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Comment Re:Standard practice... (Score 2) 192

I agree it's based on the same idea, but this is quite a different thing. House dust antigen is relatively harmless and leads to worsening of atopic (asthma, eczema etc.) symptoms in some people. This new trial looks at treating people who have an anaphylactic response to peanuts ("immediate hypersensitivity reaction after peanut ingestion" from the article). People in this category die rapidly if they eat a peanut, which is why they carry epi-pens. Even with immediate epinephrine (adrenaline) some people could end up needing intubation and ventilation when exposed. Treating these sorts of reactions with desensitisation therapy is certainly not "standard practice" and would be groundbreaking if these findings can be confirmed on a wider scale and turned into treatment regimens for non-research settings.

Comment Re:Cancer cured! (Score 1) 175

Dude, that's already happened. Look at life expectancy increases in the West over the past 100 years. In the UK NHS, it's referred to as the 'population time bomb' as people think that we'll be unable to afford universal healthcare in 20 years' time. It hasn't stopped all of these life-prolonging treatments to become mainstream, and the UK government still spends millions every year educating people in health improvement that actually extends life and ultimately costs more (stop smoking, reduce saturated fat intake).

Comment Re:What about FAT32 (Score 1) 192

I don't think it's a useless file system. When I'm taking media to a conference, I have a small external hard drive with a small partition with exFAT drivers on, and a larger exFAT partition with all the media on it. That way, if there's an XP box being used for projection, I can move long video files around without the insanity of trying to use NTFS on removable media.

Comment Re:media library (Score 1) 317

Ah, OK. I'm not sure why anyone would want to do that anyway, but fair enough. I want to have all of our music on all of our computers (synced via Home Sharing over WiFi) and then sync my mobile device to my laptop and my wife's to hers. That's what we did until Apple brought out iTunes Match, now we use that service as it's cheap and convenient.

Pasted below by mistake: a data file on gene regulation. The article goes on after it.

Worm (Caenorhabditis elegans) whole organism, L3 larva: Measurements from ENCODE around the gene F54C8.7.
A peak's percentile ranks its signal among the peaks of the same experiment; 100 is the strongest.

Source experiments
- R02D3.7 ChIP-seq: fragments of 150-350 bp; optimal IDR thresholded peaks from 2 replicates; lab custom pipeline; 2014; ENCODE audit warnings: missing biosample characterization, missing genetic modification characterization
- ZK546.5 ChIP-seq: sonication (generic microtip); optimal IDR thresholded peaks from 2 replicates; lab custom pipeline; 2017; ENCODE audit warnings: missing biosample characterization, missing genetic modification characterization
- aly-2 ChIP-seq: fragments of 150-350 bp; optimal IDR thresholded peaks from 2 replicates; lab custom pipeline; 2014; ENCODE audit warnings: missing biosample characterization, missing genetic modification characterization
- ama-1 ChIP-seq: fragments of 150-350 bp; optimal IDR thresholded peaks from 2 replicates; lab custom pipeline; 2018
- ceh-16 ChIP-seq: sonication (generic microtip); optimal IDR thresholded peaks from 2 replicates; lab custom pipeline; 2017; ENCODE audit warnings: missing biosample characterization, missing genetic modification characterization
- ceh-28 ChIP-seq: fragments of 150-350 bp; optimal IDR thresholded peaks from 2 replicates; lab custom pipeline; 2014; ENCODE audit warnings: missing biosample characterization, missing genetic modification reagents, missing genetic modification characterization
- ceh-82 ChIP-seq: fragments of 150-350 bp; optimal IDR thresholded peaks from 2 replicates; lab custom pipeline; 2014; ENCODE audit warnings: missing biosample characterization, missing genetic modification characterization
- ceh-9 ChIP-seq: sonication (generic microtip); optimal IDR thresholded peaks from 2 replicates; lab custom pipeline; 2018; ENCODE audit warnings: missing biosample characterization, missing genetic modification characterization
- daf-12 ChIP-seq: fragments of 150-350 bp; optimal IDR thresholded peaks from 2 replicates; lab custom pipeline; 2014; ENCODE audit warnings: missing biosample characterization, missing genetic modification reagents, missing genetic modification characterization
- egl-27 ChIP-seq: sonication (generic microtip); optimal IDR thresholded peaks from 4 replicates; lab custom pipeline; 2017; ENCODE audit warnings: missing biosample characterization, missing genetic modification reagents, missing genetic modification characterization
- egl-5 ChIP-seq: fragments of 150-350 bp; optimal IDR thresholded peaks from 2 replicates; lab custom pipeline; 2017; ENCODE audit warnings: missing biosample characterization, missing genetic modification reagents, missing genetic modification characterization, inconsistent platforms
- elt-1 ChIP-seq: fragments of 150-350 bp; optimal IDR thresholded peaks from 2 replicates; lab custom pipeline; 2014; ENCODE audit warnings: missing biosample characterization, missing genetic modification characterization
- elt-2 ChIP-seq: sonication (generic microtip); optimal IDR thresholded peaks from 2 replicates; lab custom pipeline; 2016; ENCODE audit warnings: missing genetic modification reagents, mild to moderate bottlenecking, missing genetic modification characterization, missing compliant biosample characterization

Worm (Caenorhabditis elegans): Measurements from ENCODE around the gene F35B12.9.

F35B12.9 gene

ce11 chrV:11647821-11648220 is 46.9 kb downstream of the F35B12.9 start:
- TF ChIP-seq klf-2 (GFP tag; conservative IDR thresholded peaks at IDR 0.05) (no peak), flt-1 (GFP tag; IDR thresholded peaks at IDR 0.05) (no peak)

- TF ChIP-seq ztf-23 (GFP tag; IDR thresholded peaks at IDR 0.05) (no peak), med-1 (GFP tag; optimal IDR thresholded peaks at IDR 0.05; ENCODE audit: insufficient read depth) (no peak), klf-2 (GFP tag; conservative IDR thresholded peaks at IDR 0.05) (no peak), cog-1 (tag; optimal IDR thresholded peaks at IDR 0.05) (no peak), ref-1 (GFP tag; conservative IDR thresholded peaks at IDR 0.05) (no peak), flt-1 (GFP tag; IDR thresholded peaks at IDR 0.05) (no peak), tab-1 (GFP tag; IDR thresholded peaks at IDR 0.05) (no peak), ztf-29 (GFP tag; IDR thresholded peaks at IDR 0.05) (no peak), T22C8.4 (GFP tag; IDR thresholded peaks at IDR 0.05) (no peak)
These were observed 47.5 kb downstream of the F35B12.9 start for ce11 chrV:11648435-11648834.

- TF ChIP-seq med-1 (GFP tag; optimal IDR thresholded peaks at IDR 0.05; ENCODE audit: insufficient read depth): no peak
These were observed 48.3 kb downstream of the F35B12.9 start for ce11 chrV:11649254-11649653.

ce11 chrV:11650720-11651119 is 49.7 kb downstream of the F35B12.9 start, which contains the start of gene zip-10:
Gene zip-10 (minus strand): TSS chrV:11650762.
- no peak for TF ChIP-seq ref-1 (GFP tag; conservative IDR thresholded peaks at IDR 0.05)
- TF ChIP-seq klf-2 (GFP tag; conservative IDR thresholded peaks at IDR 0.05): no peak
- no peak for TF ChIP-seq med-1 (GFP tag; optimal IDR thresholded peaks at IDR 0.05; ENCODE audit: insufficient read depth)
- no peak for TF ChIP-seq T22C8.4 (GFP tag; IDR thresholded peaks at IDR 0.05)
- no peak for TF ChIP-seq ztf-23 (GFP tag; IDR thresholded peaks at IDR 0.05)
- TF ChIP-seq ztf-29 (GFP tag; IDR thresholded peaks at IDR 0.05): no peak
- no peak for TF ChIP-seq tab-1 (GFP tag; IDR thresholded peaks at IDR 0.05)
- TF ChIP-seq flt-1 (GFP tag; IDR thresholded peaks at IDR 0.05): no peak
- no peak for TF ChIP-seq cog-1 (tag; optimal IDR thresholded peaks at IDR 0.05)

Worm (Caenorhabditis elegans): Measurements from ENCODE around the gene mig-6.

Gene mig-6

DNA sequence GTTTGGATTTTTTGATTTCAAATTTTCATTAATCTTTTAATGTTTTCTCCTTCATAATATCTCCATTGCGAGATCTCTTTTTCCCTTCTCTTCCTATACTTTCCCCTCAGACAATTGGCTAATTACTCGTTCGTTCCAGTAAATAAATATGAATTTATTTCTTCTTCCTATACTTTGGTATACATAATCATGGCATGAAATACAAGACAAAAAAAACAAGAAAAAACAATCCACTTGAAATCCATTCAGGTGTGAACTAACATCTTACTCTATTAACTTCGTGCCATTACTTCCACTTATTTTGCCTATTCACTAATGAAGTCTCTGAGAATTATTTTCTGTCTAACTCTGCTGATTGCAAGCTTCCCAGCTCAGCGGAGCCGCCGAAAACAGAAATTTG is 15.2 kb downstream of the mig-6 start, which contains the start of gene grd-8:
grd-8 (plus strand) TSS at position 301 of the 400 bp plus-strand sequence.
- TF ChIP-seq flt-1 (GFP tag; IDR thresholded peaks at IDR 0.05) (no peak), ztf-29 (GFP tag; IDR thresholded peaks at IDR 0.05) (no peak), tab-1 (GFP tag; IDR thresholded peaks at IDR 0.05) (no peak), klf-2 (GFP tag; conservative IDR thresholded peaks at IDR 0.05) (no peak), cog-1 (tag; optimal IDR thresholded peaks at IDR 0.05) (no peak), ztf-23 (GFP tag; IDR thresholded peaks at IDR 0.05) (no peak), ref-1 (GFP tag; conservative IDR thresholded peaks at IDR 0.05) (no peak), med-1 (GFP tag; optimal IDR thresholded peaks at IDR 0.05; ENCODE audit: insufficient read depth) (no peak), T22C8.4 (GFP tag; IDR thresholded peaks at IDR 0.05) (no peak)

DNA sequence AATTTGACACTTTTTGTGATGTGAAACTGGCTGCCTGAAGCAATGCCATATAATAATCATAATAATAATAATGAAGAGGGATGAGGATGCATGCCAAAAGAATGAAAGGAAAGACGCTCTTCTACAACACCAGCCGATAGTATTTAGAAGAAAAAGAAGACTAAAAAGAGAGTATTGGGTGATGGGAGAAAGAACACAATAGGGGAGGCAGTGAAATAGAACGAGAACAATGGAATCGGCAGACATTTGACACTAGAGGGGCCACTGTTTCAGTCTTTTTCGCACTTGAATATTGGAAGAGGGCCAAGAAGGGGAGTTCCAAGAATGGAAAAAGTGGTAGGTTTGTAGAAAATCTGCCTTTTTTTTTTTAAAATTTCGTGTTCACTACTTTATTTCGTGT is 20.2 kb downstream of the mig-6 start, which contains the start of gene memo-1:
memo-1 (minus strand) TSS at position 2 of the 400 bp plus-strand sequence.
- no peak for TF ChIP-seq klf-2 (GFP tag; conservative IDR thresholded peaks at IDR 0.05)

Comment Re:This is hardly new (Score 2) 124

I disagree. Certainly in paediatrics transilluminators work on all skin colours. To my knowledge, they don't use 'near-infrared' but use visible light, usually from red LEDs. This technology does use infra-red, and again skin pigmentation shouldn't matter. The projection-based devices I've used (e.g. Vein Viewer) worked fine on black african and asian skin pigments.

Comment Re:Hey, if this means... (Score 2) 124

Actually this sort of tech is available now, it uses a compact video projector rather than glasses. It works well, although it does have a tendency to make even tiny veins appear viable for cannulation. http://www.christiedigital.com/en-us/projection-solutions/medical-innovations/pages/default.aspx I can see the potential of using glasses, the good thing about the projection version is that other people can also see what you're doing, which is helpful for a difficult procedure (e.g. PICC lines) where a couple of people might be involved. I could also imagine it reducing litigation potential compared to a single person looking through glasses.

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